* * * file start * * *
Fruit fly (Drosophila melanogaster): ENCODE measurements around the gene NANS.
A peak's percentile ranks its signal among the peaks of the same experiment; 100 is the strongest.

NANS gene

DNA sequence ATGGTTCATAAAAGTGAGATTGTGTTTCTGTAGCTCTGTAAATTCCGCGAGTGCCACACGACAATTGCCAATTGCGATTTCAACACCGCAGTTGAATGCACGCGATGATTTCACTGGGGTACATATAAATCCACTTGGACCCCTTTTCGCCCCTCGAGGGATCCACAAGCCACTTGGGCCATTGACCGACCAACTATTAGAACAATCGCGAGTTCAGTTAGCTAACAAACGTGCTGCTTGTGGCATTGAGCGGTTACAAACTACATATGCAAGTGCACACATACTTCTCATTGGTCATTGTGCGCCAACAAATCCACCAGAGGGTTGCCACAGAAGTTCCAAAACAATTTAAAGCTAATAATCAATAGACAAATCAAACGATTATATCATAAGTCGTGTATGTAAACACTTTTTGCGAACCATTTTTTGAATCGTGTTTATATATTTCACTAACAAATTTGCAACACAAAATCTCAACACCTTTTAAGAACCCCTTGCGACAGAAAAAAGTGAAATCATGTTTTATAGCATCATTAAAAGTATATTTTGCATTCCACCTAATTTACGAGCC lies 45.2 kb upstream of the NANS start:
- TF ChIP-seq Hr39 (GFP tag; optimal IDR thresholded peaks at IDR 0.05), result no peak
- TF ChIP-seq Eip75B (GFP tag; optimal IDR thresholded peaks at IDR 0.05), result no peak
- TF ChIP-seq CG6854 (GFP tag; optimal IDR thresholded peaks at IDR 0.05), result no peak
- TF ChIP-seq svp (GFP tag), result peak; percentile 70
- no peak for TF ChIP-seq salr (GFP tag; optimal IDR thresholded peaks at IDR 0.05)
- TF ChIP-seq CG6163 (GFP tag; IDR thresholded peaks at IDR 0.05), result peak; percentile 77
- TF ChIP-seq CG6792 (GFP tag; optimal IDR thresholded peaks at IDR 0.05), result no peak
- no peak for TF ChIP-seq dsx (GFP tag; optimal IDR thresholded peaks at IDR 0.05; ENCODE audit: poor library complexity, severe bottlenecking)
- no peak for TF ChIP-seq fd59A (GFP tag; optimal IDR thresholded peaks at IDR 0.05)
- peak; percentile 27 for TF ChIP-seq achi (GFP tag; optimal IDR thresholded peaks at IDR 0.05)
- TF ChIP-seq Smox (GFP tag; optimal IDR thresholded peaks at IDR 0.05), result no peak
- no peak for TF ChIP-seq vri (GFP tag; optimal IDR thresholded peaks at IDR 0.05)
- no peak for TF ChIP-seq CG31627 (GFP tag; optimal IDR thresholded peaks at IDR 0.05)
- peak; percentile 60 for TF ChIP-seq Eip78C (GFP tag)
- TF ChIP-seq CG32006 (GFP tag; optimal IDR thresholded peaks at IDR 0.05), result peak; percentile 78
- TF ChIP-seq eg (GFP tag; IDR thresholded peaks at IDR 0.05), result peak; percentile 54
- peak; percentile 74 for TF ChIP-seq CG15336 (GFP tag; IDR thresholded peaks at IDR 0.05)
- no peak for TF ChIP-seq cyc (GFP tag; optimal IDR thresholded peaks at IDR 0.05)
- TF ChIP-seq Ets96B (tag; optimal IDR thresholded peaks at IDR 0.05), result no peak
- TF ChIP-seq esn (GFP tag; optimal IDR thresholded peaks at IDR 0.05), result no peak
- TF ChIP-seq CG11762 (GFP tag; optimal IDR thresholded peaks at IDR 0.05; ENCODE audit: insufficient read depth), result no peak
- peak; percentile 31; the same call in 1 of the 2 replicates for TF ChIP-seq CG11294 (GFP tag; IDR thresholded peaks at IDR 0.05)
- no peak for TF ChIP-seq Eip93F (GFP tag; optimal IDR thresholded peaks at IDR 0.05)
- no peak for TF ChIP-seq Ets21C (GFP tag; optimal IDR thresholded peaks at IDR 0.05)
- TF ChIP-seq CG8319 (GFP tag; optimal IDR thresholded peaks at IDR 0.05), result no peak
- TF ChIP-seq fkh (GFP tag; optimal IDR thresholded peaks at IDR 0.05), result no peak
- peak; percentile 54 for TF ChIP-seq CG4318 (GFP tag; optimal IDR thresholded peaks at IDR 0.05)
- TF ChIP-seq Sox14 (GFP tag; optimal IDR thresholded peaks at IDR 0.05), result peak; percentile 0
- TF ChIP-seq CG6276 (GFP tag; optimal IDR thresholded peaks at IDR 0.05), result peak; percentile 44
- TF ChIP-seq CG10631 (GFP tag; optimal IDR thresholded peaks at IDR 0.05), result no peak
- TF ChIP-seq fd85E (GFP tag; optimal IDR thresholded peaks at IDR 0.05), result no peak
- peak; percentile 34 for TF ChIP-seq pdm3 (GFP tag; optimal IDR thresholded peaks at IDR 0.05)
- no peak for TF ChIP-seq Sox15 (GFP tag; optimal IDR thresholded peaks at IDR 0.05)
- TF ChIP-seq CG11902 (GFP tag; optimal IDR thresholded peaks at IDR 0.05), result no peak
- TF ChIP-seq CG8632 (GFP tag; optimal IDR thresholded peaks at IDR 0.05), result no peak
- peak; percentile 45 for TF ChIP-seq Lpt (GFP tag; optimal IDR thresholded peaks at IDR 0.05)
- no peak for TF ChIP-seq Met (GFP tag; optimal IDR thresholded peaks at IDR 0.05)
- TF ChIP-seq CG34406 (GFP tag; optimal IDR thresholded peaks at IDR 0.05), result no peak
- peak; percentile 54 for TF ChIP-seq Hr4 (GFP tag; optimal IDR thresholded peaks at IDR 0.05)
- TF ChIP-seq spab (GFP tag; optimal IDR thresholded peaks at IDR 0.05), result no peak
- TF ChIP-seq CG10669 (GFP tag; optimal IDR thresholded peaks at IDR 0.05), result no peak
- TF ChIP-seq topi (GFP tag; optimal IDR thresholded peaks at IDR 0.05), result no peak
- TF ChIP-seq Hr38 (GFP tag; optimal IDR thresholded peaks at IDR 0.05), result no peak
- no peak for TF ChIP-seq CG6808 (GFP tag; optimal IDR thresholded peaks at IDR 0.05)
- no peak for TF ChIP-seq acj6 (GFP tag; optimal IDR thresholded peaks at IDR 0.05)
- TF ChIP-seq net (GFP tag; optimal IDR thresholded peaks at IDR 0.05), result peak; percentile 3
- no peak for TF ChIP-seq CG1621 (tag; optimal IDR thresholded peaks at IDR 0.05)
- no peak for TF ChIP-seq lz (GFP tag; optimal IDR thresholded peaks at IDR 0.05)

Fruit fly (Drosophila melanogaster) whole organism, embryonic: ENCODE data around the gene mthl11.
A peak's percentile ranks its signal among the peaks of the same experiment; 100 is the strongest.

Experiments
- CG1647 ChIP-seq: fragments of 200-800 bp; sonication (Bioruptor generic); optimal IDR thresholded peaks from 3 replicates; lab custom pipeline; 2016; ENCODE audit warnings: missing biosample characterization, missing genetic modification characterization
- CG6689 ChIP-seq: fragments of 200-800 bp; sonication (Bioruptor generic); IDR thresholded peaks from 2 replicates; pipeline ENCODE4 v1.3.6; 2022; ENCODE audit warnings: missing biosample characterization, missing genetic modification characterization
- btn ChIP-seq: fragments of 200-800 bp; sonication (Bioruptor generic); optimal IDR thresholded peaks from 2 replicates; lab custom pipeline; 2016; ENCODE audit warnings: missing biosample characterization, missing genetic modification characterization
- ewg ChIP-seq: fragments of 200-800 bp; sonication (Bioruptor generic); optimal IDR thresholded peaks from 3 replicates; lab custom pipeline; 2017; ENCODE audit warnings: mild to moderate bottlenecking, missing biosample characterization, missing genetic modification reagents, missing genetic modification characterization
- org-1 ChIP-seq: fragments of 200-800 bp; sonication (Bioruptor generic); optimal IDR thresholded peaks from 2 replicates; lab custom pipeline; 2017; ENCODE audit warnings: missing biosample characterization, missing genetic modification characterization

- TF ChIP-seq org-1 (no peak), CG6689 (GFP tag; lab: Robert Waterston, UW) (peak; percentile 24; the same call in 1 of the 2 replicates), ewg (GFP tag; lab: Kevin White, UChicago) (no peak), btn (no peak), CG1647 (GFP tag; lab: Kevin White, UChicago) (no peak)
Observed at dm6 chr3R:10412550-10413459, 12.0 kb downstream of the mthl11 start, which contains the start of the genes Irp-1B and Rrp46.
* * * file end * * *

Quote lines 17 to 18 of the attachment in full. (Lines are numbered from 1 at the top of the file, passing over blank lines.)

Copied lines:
- no peak for TF ChIP-seq CG31627 (GFP tag; optimal IDR thresholded peaks at IDR 0.05)
- peak; percentile 60 for TF ChIP-seq Eip78C (GFP tag)